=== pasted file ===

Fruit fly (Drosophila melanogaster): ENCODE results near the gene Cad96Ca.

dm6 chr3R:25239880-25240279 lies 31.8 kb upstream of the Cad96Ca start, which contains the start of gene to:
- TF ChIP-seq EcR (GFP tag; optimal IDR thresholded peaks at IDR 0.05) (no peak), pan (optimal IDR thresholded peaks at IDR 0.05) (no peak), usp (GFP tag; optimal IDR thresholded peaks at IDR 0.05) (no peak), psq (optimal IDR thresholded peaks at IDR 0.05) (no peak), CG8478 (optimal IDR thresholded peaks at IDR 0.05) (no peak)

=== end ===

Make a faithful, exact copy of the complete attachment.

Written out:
Fruit fly (Drosophila melanogaster): ENCODE results near the gene Cad96Ca.

dm6 chr3R:25239880-25240279 lies 31.8 kb upstream of the Cad96Ca start, which contains the start of gene to:
- TF ChIP-seq EcR (GFP tag; optimal IDR thresholded peaks at IDR 0.05) (no peak), pan (optimal IDR thresholded peaks at IDR 0.05) (no peak), usp (GFP tag; optimal IDR thresholded peaks at IDR 0.05) (no peak), psq (optimal IDR thresholded peaks at IDR 0.05) (no peak), CG8478 (optimal IDR thresholded peaks at IDR 0.05) (no peak)